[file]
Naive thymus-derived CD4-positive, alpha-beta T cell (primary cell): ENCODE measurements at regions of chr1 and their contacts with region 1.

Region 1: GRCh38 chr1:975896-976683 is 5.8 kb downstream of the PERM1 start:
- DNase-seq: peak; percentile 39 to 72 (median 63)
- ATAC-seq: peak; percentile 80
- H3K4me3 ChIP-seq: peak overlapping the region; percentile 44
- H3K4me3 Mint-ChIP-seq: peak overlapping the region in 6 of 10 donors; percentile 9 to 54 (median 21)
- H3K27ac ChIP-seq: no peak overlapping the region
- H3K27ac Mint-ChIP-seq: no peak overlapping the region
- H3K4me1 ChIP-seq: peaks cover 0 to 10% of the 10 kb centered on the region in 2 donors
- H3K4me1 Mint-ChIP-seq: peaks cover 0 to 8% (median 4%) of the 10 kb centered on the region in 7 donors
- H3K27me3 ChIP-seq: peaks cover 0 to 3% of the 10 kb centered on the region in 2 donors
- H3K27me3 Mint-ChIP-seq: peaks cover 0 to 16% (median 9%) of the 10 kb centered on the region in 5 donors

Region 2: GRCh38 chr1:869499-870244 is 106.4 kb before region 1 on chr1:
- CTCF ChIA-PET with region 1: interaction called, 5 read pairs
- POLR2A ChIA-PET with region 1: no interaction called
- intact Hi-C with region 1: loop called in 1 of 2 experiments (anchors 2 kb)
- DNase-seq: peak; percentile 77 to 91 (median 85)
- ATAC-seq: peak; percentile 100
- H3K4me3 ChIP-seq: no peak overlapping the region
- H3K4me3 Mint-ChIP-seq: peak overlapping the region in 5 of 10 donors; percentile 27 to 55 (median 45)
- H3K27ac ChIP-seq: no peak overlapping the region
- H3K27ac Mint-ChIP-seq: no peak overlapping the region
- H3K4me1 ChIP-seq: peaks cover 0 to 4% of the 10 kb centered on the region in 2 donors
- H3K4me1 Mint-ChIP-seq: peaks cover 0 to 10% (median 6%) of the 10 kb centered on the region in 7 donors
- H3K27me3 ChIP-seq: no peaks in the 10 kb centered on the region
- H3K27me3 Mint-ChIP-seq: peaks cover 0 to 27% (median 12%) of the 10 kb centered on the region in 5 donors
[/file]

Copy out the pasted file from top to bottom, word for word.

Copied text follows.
Naive thymus-derived CD4-positive, alpha-beta T cell (primary cell): ENCODE measurements at regions of chr1 and their contacts with region 1.

Region 1: GRCh38 chr1:975896-976683 is 5.8 kb downstream of the PERM1 start:
- DNase-seq: peak; percentile 39 to 72 (median 63)
- ATAC-seq: peak; percentile 80
- H3K4me3 ChIP-seq: peak overlapping the region; percentile 44
- H3K4me3 Mint-ChIP-seq: peak overlapping the region in 6 of 10 donors; percentile 9 to 54 (median 21)
- H3K27ac ChIP-seq: no peak overlapping the region
- H3K27ac Mint-ChIP-seq: no peak overlapping the region
- H3K4me1 ChIP-seq: peaks cover 0 to 10% of the 10 kb centered on the region in 2 donors
- H3K4me1 Mint-ChIP-seq: peaks cover 0 to 8% (median 4%) of the 10 kb centered on the region in 7 donors
- H3K27me3 ChIP-seq: peaks cover 0 to 3% of the 10 kb centered on the region in 2 donors
- H3K27me3 Mint-ChIP-seq: peaks cover 0 to 16% (median 9%) of the 10 kb centered on the region in 5 donors

Region 2: GRCh38 chr1:869499-870244 is 106.4 kb before region 1 on chr1:
- CTCF ChIA-PET with region 1: interaction called, 5 read pairs
- POLR2A ChIA-PET with region 1: no interaction called
- intact Hi-C with region 1: loop called in 1 of 2 experiments (anchors 2 kb)
- DNase-seq: peak; percentile 77 to 91 (median 85)
- ATAC-seq: peak; percentile 100
- H3K4me3 ChIP-seq: no peak overlapping the region
- H3K4me3 Mint-ChIP-seq: peak overlapping the region in 5 of 10 donors; percentile 27 to 55 (median 45)
- H3K27ac ChIP-seq: no peak overlapping the region
- H3K27ac Mint-ChIP-seq: no peak overlapping the region
- H3K4me1 ChIP-seq: peaks cover 0 to 4% of the 10 kb centered on the region in 2 donors
- H3K4me1 Mint-ChIP-seq: peaks cover 0 to 10% (median 6%) of the 10 kb centered on the region in 7 donors
- H3K27me3 ChIP-seq: no peaks in the 10 kb centered on the region
- H3K27me3 Mint-ChIP-seq: peaks cover 0 to 27% (median 12%) of the 10 kb centered on the region in 5 donors